I’ll admit it.
I didn’t want to go.
Where, I hear you ask?
Nothing against sustainable construction, mind you. It’s just I’m not a huge fan of the ExCeL centre, or – and I hate to say it – trade shows in general.
I was pleasantly surprised. Dare I say it, I even enjoyed myself.
This year’s event was HUGE. Bigger than I anticipated, even though I did check out the website and peep some of the vendors sites before I went. There were more than 1,300 exhibitors from the fields of design, construction and what Ecobuild calls “the built environment”. Still not sure what that is. Seems a bit vague….but I think they mean people who sell and install things for inside your building…floors, toilets, plumbing, windows, etc.
So, why did I enjoy it?
1. I got to know a very cool company – REC Solar.
2. I was thrilled to see what a huge presence solar was at the show. Despite concerns around the government’s planned review of feed in tariff policy and what this could mean for the UK solar industry – all the big players were out in force. Go team.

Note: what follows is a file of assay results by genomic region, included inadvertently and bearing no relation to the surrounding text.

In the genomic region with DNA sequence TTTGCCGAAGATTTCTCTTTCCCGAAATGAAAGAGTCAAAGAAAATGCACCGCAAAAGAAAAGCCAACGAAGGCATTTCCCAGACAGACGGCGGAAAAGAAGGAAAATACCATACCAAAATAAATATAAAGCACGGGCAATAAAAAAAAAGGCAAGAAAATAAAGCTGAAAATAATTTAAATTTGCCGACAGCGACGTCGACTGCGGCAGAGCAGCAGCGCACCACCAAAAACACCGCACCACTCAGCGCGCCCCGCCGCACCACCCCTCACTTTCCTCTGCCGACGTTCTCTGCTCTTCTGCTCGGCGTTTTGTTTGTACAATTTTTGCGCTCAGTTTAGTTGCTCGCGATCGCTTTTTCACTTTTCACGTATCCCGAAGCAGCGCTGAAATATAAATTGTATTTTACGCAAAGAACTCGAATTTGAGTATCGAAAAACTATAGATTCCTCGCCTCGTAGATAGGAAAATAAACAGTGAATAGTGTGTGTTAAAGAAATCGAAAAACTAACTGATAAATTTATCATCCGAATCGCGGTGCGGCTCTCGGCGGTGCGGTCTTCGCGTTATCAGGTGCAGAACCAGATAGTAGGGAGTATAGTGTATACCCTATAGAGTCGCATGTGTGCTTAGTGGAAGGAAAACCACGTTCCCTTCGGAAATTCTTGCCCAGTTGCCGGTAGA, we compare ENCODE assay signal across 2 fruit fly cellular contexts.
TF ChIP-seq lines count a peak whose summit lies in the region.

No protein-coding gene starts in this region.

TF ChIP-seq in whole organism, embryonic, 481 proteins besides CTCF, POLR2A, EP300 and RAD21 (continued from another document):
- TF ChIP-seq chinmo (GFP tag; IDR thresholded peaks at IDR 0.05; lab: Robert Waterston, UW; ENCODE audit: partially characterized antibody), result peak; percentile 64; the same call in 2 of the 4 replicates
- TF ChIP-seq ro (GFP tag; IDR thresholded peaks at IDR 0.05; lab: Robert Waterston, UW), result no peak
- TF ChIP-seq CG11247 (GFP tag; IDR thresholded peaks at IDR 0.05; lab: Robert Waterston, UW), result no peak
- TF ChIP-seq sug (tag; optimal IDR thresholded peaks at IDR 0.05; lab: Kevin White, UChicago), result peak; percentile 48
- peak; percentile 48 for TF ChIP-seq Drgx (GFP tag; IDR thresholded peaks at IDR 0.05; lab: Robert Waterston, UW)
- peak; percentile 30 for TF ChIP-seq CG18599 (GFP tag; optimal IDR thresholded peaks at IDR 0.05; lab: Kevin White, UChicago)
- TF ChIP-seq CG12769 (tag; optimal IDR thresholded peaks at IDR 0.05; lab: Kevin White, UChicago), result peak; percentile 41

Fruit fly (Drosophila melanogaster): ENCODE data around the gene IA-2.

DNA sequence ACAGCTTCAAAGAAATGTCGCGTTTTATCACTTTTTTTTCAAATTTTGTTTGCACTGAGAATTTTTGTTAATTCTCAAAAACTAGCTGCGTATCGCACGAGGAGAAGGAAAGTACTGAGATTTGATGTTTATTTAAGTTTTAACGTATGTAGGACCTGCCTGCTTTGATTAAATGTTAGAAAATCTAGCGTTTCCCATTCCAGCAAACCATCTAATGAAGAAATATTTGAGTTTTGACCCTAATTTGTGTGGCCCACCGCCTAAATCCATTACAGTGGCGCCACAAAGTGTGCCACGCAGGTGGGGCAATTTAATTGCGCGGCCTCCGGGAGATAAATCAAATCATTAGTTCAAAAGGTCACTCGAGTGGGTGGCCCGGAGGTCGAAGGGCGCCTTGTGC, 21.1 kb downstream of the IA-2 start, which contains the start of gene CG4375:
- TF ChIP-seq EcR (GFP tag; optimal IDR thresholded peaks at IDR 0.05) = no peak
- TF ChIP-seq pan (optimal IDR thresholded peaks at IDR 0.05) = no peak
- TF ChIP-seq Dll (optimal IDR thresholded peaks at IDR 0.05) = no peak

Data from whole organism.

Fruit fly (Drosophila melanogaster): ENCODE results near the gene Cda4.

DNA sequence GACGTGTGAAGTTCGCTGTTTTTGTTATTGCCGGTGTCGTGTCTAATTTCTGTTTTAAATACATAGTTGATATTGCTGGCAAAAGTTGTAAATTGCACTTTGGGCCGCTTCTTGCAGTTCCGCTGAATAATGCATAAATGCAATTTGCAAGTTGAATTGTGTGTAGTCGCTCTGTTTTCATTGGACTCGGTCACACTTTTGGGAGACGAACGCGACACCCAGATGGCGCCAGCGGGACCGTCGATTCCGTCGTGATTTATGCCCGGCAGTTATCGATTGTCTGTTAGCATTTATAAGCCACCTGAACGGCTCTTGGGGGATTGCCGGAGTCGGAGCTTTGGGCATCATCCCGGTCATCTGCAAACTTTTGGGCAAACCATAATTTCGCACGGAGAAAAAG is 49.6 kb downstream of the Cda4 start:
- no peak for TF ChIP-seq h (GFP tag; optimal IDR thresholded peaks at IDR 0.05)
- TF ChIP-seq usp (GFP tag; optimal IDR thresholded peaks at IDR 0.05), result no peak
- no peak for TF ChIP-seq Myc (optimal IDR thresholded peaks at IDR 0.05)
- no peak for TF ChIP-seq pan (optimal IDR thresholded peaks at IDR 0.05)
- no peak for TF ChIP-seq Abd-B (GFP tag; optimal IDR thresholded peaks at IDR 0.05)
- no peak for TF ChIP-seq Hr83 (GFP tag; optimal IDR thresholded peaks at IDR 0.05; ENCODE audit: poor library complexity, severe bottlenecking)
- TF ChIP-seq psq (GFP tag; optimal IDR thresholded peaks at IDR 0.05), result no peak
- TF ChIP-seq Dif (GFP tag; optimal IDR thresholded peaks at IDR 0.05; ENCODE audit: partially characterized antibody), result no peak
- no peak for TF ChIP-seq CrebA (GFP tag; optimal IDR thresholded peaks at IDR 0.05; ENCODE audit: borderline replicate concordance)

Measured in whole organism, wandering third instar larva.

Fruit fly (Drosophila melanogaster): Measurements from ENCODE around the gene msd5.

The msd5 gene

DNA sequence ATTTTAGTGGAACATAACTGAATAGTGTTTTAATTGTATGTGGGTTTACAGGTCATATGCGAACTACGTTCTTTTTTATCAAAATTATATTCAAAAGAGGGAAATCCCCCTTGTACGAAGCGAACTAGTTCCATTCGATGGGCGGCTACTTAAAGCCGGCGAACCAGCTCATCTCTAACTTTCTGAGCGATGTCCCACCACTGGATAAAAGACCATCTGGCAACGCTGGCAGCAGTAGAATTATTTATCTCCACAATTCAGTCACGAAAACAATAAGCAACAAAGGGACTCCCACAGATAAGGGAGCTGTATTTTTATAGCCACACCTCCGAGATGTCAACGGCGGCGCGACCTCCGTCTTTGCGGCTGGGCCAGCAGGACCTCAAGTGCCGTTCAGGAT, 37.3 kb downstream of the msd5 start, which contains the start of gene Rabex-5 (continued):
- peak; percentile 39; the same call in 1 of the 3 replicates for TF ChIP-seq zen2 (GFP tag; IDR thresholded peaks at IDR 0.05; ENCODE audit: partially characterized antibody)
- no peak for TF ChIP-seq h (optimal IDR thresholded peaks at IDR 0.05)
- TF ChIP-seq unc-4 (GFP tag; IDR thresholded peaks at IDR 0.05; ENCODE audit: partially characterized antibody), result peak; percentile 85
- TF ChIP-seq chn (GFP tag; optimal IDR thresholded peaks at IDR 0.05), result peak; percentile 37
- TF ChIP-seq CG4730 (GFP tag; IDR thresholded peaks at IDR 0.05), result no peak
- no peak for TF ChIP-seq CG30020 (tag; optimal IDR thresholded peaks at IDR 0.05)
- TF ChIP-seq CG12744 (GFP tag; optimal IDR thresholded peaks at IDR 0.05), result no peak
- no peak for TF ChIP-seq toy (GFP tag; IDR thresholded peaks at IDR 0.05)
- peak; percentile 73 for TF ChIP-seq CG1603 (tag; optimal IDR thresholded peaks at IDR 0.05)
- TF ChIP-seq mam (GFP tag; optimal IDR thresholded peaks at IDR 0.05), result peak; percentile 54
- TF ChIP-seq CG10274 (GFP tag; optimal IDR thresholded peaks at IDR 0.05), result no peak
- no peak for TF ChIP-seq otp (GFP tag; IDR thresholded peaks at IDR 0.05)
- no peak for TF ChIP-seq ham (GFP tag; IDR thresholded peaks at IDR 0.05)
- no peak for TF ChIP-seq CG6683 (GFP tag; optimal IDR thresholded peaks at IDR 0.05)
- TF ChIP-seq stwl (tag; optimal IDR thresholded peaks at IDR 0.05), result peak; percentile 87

3. I got to get back in touch with my techie roots and play with phase change materials (PCMs for the uninitiated) – check out BASF and DuPont. There was a great little demo centre called the Cool Workspace, which showed how PCMs can be used to create a more sustainable office environment by storing both heating and cooling, reducing the carbon footprint of buildings by up to 30%.
4. The people. Yes, that old chestnut. I was genuinely impressed with the huge range of people that were drawn in. From the big corporate sales guys, to students, to apprentice builders, to eco-conscious consumers, to, er… models dressed as Canadian mounties (see below). While most of the attendees were indeed more of the corporate ilk, it was refreshing to see that there was a noticeable representation from a huge range of people.
As nice as it would be to preserve all the green space left in the world, that’s never going to happen. Construction and physical development is a reality. Even here on our little island, we’re expected to increase our population to from 61 million to 70 million in about 15 years. Whether that growth is sustainable from a resources point of view or not is a different blog post, but that’s a lot of new housing, schools and hospitals. Let’s hope they’re built in a way that takes a lesson from Ecobuild.